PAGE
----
What do you do when the “silver lining” can’t be seen?
I named this blog “theology meets life” long ago because I believe our theology—our study about God—isn’t “real” until it is tested in the crucible of life. It’s one thing, for example, to say “God is in control” (a simple way of saying, “God is sovereign”), but it’s another thing to be going through the “the darkest valley” (Psalm 23:4) and say, “God is in control”.
How does your view of God change when the silver lining on the thunderclouds bringing rain, hail, and lightning is invisible? When your world is falling apart, what do believe about God then?
And what happens when that deep, dark storm rages for a long time? Maybe it’s howled and roared for months. A year? Maybe your entire life has been marked by one dark cloud after another and the silver lining of hope is more of a twisted tease than a symbol of trust.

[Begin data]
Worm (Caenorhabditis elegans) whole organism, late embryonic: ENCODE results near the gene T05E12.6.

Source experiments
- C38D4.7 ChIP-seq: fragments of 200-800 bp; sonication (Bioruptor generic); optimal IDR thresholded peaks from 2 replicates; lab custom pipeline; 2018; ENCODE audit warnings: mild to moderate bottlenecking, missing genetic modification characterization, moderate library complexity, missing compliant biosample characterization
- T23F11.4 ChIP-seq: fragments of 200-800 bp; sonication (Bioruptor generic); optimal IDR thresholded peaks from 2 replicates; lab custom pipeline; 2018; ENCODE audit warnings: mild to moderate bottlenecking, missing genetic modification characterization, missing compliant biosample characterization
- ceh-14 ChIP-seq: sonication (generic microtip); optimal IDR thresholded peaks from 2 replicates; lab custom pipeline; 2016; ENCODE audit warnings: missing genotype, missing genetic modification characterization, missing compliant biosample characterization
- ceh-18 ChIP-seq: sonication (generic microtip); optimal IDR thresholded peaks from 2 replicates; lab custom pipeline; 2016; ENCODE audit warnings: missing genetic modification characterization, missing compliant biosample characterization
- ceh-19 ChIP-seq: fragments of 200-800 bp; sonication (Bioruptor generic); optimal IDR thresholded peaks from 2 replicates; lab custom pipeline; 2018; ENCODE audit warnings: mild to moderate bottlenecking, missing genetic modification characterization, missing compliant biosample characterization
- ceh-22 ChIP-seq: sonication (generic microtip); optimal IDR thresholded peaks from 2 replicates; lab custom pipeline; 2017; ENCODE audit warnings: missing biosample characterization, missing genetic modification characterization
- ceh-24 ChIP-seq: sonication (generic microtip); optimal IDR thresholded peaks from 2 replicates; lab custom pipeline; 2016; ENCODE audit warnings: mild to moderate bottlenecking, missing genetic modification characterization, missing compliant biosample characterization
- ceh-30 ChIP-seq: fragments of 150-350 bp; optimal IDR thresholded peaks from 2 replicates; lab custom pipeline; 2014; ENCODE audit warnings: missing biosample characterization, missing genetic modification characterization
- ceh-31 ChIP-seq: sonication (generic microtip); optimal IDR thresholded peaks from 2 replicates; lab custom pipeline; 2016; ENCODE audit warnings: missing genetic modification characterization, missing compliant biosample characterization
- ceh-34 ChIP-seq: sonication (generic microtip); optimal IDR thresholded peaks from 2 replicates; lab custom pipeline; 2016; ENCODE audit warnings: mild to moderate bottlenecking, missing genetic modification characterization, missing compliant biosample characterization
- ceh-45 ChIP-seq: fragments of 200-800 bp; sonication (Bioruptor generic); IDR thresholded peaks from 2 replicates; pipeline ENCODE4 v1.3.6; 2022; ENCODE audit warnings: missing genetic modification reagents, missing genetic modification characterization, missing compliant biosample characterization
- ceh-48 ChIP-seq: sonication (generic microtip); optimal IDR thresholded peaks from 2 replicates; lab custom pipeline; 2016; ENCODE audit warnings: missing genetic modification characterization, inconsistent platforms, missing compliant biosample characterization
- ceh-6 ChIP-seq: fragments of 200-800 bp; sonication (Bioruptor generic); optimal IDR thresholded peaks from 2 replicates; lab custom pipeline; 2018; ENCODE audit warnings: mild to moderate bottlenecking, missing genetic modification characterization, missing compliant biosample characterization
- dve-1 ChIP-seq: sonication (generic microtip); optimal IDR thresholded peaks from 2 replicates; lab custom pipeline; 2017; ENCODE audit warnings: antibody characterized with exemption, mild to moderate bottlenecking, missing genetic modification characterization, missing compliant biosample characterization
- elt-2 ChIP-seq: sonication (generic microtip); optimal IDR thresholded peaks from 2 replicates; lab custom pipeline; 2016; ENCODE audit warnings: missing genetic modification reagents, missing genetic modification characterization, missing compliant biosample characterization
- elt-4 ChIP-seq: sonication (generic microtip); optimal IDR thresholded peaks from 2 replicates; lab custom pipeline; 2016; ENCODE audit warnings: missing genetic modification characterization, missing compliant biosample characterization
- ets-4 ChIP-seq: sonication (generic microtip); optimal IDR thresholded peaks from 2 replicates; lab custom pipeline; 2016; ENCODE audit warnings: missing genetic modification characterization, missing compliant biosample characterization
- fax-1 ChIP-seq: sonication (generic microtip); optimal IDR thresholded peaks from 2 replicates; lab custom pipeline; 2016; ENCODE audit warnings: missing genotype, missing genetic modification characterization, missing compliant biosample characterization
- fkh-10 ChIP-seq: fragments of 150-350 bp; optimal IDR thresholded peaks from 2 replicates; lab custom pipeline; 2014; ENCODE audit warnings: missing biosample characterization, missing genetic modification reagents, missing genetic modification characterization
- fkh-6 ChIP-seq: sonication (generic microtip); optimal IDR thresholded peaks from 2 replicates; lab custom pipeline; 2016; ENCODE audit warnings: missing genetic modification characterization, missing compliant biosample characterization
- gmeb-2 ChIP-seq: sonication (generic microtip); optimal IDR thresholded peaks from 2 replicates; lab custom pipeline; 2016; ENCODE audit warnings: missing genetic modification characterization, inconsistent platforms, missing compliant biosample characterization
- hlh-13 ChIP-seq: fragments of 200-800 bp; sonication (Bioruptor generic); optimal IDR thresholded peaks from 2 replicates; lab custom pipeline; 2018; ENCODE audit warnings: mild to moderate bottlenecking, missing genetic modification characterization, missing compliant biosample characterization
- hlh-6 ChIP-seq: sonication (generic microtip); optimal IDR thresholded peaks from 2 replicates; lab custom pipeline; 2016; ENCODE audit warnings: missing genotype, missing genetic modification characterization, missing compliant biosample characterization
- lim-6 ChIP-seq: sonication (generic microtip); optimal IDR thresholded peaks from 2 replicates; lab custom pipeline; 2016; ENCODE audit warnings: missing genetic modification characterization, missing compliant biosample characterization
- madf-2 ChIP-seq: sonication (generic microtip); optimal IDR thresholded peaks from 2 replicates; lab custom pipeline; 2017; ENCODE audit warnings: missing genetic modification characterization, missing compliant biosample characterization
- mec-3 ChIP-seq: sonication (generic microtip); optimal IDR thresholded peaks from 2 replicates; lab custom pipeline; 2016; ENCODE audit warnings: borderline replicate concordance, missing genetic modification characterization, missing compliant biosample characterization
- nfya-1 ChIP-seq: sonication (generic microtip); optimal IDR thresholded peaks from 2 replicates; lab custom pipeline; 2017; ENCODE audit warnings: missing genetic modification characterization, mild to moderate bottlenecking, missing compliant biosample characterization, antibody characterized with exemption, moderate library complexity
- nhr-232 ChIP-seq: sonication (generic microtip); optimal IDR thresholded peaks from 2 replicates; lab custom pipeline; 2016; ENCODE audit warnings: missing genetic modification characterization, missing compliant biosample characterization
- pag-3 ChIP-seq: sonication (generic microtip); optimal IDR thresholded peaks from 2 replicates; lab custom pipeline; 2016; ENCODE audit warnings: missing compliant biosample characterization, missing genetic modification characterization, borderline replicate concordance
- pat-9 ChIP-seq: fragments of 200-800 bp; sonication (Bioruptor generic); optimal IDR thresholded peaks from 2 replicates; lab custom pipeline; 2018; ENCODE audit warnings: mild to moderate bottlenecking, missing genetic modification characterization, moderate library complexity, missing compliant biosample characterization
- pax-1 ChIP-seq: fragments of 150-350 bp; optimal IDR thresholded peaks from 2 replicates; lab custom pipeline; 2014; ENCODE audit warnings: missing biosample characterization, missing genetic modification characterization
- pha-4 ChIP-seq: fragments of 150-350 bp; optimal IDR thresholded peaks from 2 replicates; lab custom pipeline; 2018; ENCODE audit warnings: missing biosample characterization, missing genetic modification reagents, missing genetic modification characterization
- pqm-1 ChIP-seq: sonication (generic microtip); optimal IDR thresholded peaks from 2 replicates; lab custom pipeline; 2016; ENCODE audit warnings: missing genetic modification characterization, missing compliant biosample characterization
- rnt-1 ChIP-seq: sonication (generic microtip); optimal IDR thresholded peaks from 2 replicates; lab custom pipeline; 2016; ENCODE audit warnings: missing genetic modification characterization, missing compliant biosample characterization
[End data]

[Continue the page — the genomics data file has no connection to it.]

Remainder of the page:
As we return (and conclude) Psalm 88 from two weeks ago, we read this in verses 13-18:
But I cry to you for help, Lord; in the morning my prayer comes before you. Why, Lord, do you reject me and hide your face from me? From my youth I have suffered and been close to death; I have borne your terrors and am in despair. Your wrath has swept over me; your terrors have destroyed me. All day long they surround me like a flood; they have completely engulfed me. You have taken from me friend and neighbor— darkness is my closest friend.
Reading these words don’t give us much hope, do they? After all, the author writes of suffering from his youth and being in despair. Wrath and terror surrounded him and friends have walked away from him. Only darkness remains.
Some of you reading this are there right now. You know that not all scripts have happy endings.
But even in those times; you must not give up hope. You must allow yourself to submit to the temptation to curse God. You must continue to live the way He has called you to live and experience His renewal not by calming the storm, but by calming you.
Sometimes, the storm will roar. The hail will pound our lives. The lightning will remind us how small we are compared to our trouble.
It is in those seasons—especially then—we recall the words of the Apostle Paul in Philippians 1:6:“…Being confident of this, that he who began a good work in you will carry it on to completion until the day of Christ Jesus.”